About 6 years ago, I had the privilege of being invited to a Bar Mitzva in Barbados.
Landing at the airport, we were picked up by our host and promptly taken to their home, which turned out to be one of the the most exquisite Grand Mansions we have ever visited.
There was no need for air conditioning – The breeze from the ocean filled the place with fragrant fresh air. The well manicured gardens had several patios, all laid out with white sofas and cushy arm chairs, the sheer white curtains floating like veils in in the cross-wind, protecting us from the sun or the occasional sun shower.
While my young son gave the Bar Mitzva Boy his final tune up, I joined our hostess to a Jewish Women’s group soiree. To my surprise I met some amazing worldly women curious, sophisticated and before long we delved into deep philosophical conversations, lots of laughter and an afternoon filled with intellectual depth, and a bunch of new friends.
The next day we were invited out to the beach with the family and some of their close friends. As we went fly fishing, I kept asking questions about the island and it’s Jewish heritage.The party contained the president of the Temple, a brilliantly entertaining story teller. He had become a constant, inseparable fixture henceforth, and for our entire stay, he shared with passion and pride all that is Jewish on the island.
We were shown the most magical Jewish cemetery,dating back to the 17th century which according to all accounts is the oldest cemetery in the Americas. Many of the stones were overgrown with moss and so time worn, that it was hard to decipher the writing they bore. Yet on closer inspection I managed to figure out the descriptive text, many of very young children, mothers who died in childbirth, man and women whose story was told in such a way that one felt an emotional connection and empathy. The most outstanding stone belonged to the Mohel of the congregation, sporting a pair of scissors in the decaying moss covered stone, decipherable easily, and telling the story of a man who was amongst other things the dentist and medicine man of the congregation.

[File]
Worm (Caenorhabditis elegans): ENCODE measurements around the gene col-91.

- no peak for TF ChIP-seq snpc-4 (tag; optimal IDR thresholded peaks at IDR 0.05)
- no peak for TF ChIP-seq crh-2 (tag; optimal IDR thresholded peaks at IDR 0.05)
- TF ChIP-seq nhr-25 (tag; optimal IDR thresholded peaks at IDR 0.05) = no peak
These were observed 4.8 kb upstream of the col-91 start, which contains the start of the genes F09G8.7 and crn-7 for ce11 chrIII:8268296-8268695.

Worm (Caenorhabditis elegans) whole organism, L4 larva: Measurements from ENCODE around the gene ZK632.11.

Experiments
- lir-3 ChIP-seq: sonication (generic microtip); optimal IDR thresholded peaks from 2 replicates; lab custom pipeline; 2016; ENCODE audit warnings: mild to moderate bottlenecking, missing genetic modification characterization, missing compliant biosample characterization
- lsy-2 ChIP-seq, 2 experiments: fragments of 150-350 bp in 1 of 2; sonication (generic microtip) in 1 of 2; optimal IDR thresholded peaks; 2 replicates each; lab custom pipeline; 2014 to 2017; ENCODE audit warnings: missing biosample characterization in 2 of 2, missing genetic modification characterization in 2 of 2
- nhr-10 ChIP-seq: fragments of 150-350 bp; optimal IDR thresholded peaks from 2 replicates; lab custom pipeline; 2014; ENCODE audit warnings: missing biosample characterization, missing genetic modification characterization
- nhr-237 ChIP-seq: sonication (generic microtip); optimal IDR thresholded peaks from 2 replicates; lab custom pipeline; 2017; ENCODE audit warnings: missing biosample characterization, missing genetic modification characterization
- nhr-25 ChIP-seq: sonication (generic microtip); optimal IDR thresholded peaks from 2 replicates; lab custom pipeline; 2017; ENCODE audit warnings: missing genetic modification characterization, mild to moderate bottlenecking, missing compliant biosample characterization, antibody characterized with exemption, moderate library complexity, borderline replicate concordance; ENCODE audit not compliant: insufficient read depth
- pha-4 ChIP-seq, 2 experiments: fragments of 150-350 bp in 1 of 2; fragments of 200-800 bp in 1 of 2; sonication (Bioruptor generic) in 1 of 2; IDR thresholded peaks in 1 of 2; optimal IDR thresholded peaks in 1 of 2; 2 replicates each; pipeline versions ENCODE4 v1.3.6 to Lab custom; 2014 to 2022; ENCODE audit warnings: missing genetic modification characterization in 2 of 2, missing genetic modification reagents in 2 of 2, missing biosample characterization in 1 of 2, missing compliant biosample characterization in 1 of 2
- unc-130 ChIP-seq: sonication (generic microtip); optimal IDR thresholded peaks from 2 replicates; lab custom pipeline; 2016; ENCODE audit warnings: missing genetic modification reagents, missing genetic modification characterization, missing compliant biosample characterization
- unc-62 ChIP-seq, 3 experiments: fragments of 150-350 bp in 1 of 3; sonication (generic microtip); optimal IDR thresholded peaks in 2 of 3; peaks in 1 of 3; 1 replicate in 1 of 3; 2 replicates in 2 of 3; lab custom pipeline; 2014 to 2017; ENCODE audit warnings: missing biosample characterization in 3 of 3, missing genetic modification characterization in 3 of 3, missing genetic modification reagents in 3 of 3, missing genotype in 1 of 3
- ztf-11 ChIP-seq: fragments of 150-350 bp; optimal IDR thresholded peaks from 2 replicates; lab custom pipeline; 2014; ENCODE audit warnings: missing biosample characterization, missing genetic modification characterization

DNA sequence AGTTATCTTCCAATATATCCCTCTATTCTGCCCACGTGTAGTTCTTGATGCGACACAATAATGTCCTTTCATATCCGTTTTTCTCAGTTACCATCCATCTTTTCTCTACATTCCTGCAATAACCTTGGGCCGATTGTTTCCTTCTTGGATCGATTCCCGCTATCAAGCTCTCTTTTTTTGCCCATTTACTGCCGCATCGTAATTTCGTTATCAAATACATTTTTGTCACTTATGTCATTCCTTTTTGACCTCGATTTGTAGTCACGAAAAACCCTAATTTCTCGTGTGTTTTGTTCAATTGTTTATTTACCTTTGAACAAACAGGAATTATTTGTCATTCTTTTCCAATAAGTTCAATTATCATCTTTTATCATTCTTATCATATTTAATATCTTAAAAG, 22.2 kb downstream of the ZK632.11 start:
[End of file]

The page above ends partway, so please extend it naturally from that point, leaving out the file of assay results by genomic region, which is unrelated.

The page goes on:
I was stunned to find out that the capital city of Bridgetown, was sanctuary of one of of the oldest synagogues in the Western hemisphere .the sun filtered in through the ornate windows, sparkling on the chandeliers and intricate wood lattice work on the balcony. I felt elated, connected to our roots and wanting to know more. I was captivated and determined to know more.
As it happened, the Jews arrived here from Spain and Portugal, escaping the Spanish Inquisition, which forced them to pose as Christians, while practicing their Judaism in secret.
They were Sephardics who, after Britain and Holland allowed these "New Christians", purveyors of wealth and culture, to settle in the colonies they wrested from the Spanish.
There was another influx when Portugal recaptured Brazil, and the now openly practicing Jews, who entered the sugar trade in a monumental way, were expelled from Brazil, ending up in Barbados. The Jewish population, although not large in number, became a very influential force, bringing with them technology for the sugar plantation from Brazil, and eventually becoming monied merchants and had a vast impact on the local scenery and industry. For instance, James Drax, an elite Barbadian planter who worked more than 700 acres in Barbados, visited the Sephardic colony in Brazil in 1640, and brought back with him two key innovations: a triple-roller sugar mill for crushing the sugar cane, and copper cauldrons for boiling the cane juice to get crystals, writes Ian Williams in his book Rum (Nation Books, 2005). Williams credits the Jews for transferring that technology to Barbados, which they likely did as investors in sugar plantations they did not own. Watson’s ledgers show both investments in sugar plantations and certainly, handling the trade in sugar and rum. They built a Mikvah, synagogues and left a monumental mark on the island.
At this point, most of the families in Barbados are Ashkenazi, fleeing the holocaust and creating the kind of magic we witnessed.
Somehow, the experience of having researched and then encountered today’s flourishing members of our tribe, makes me feel nostalgic, happy and proud.